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  #1  
Old 03-29-2014, 10:23 AM
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Grayson Grayson is offline
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Default Grayson

I've been reading the forum for a week, and it seems that the One Touch Ultra is a favorite meter for many here. If that gives the most accurate results when a home curve is done - comparable to the vets meter - I will get it, but since I've got access to the Accucheck Aviva, I'd like to hear what the knowledgeable folks here think of it. My funds are limited, so if I can get decent results without the cost of a new meter, I'd be thrilled. My Black Lab is just one week using Novolin N, and already acting much like his old self. He is nearly switched over from the Iams Weight Control to the Merrick Grain Free Buffalo & Sweet Potato. Luckily, I had spent last weekend reading, so I was wise to the quality of ingredients in the diabetic 'food' the vet wanted to sell me. Nutrisca was my first choice, due to a low glycemic rating, but the store had quit stocking it over poor sales. Merrick was in my top three, and he was poking at the bag the moment I sat it down, so I think he agrees. Current Novolin N dose is 16units, up from 13 started by the ER vet last Saturday. My vet did a curve on Thursday, and wants another done in three weeks. I'm hoping to be able to avoid that repeated expense by doing home curves, but I expect my vet to resist under claims of human meters being not accurate enough. I'm sure they're annoyed with my rejection of the food as most people blindly accept that if they're selling it, it must be great stuff. How I can convince them to do a side by side comparison of MY meter and theirs when the next curve is done, will be a feat. How do you suggest I accomplish that? I'd appreciate any tips...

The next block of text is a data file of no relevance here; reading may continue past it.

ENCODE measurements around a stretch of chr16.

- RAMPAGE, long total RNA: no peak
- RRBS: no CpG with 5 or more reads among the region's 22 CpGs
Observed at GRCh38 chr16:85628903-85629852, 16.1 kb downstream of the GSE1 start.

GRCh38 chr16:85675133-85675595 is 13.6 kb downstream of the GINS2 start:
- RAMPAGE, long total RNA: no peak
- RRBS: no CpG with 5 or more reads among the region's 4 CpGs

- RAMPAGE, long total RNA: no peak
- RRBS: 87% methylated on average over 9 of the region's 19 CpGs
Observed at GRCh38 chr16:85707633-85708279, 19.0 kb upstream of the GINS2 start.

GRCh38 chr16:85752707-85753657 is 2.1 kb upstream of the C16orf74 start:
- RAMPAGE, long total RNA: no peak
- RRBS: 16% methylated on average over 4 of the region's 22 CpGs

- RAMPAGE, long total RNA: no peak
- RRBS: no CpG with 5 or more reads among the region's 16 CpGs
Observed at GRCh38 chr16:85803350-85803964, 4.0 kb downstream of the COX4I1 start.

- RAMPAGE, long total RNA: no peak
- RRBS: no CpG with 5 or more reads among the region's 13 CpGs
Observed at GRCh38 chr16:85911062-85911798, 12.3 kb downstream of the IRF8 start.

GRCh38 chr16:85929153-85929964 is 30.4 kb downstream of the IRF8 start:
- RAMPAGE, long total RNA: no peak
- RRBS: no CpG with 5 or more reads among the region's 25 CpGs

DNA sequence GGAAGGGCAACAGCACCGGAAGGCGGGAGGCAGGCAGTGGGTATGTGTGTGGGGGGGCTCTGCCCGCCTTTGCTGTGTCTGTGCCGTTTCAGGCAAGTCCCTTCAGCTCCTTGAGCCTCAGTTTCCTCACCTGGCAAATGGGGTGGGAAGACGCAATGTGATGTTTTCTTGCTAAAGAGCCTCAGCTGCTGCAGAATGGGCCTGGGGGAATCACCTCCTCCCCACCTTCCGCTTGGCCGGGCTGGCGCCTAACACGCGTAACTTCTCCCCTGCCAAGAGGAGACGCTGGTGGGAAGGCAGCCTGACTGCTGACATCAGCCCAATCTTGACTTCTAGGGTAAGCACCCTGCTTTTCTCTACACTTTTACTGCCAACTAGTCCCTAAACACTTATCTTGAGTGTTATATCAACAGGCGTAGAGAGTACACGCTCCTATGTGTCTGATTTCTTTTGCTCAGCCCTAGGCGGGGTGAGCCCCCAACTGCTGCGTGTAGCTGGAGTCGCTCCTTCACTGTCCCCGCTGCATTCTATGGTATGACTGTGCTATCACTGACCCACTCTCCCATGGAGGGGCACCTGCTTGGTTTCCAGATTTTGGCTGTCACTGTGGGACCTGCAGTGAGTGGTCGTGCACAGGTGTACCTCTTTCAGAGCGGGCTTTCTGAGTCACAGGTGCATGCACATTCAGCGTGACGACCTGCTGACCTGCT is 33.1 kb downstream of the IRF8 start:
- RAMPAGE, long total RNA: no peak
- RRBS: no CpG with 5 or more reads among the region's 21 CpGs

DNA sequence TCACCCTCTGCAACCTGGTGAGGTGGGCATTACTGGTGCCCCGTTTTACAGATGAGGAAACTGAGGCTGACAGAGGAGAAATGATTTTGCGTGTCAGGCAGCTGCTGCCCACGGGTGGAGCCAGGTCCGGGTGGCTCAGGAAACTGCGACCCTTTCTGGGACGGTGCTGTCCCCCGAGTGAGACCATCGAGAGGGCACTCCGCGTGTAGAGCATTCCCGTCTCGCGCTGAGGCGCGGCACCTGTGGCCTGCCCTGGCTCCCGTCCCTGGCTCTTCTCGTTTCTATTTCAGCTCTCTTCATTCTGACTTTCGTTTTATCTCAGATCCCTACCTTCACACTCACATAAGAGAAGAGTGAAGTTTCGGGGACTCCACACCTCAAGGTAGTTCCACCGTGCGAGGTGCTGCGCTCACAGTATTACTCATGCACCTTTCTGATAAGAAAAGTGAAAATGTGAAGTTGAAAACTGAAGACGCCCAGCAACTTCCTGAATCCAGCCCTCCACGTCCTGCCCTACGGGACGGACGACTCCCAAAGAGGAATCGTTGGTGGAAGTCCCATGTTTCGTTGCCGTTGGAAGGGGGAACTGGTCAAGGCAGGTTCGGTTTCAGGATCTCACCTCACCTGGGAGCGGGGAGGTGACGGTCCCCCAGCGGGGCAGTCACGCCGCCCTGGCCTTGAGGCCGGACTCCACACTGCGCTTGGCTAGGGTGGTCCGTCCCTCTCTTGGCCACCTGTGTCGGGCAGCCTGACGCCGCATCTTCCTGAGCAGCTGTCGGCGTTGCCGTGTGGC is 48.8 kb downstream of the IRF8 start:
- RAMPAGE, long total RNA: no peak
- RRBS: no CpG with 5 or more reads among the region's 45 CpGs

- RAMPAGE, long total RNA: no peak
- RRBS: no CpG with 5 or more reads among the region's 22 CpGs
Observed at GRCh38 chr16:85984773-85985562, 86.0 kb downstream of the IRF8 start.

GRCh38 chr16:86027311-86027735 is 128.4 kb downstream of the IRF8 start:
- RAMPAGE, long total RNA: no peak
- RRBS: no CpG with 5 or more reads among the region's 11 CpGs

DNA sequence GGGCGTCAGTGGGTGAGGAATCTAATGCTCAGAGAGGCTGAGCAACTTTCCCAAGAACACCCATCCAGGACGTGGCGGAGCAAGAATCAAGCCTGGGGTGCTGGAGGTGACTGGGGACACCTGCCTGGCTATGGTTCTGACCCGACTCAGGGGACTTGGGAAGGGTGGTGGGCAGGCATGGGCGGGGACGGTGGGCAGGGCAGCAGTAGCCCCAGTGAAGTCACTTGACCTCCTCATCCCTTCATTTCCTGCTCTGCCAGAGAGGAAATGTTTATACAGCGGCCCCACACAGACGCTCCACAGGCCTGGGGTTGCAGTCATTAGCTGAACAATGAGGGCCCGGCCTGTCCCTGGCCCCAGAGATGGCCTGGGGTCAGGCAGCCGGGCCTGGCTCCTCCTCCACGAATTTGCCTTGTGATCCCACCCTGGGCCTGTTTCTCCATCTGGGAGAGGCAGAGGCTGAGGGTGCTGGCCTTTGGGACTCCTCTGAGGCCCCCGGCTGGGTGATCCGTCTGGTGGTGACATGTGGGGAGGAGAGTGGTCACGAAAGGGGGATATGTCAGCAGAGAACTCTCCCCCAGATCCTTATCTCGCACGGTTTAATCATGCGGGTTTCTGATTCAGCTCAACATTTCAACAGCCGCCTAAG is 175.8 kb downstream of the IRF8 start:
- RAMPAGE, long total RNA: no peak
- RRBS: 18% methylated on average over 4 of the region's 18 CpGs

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Old 03-29-2014, 02:18 PM
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CraigM CraigM is offline
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Default Re: How does Accucheck Aviva rate?

Welcome to the forum! Although you posted into the area that makes the most sense, I moved the post into the most used area for general discussion. Basically, we like to have one thread for each pup so that we can keep their info in a single location.

About the Accucheck Aviva, I don't known if any members are using it or not. Being a typical human meter I guess it would likely be 30-50 points low in the 100-200 range and more as the number rises. Even being off, it would still give you a good idea as to how your pup / food reacts to insulin.

How much does he weigh? Any other medical conditions / medications? Are you getting your Novolin-N from Walmart ($25)?

Craig
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Old 03-29-2014, 03:13 PM
Riliey and Mo Riliey and Mo is offline
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Default Re: How does Accucheck Aviva rate?

Hello and welcome

The accuchek aviva was the first meter I used. It was reliable. In didnt convert the numbers. Looking back in my memory seems like 30 points lower. Then I used the bayer usb. Still use my one touch ultra 2, its good, reads 20 to 30 lower. My alphatrack meter is best as it takes a very small droplet from his lip.
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Old 03-30-2014, 01:04 AM
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Grayson Grayson is offline
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Default Re: How does Accucheck Aviva rate?